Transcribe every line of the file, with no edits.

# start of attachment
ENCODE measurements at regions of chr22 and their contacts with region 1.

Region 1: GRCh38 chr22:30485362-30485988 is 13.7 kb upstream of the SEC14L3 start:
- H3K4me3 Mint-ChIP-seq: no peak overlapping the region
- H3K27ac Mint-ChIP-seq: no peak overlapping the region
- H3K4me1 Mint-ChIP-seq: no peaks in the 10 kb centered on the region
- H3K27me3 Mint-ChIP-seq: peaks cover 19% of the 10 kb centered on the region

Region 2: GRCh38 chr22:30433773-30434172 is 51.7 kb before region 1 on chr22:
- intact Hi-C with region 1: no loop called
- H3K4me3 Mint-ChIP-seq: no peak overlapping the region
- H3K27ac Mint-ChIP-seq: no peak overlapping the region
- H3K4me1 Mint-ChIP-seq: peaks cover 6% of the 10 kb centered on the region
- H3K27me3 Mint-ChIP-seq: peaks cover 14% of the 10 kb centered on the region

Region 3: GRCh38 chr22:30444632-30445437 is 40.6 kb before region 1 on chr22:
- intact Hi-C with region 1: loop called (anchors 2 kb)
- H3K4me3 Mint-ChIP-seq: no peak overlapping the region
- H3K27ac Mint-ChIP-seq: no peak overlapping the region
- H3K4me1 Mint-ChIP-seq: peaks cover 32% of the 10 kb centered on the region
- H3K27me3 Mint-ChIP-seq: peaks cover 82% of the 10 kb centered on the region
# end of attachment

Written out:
ENCODE measurements at regions of chr22 and their contacts with region 1.

Region 1: GRCh38 chr22:30485362-30485988 is 13.7 kb upstream of the SEC14L3 start:
- H3K4me3 Mint-ChIP-seq: no peak overlapping the region
- H3K27ac Mint-ChIP-seq: no peak overlapping the region
- H3K4me1 Mint-ChIP-seq: no peaks in the 10 kb centered on the region
- H3K27me3 Mint-ChIP-seq: peaks cover 19% of the 10 kb centered on the region

Region 2: GRCh38 chr22:30433773-30434172 is 51.7 kb before region 1 on chr22:
- intact Hi-C with region 1: no loop called
- H3K4me3 Mint-ChIP-seq: no peak overlapping the region
- H3K27ac Mint-ChIP-seq: no peak overlapping the region
- H3K4me1 Mint-ChIP-seq: peaks cover 6% of the 10 kb centered on the region
- H3K27me3 Mint-ChIP-seq: peaks cover 14% of the 10 kb centered on the region

Region 3: GRCh38 chr22:30444632-30445437 is 40.6 kb before region 1 on chr22:
- intact Hi-C with region 1: loop called (anchors 2 kb)
- H3K4me3 Mint-ChIP-seq: no peak overlapping the region
- H3K27ac Mint-ChIP-seq: no peak overlapping the region
- H3K4me1 Mint-ChIP-seq: peaks cover 32% of the 10 kb centered on the region
- H3K27me3 Mint-ChIP-seq: peaks cover 82% of the 10 kb centered on the region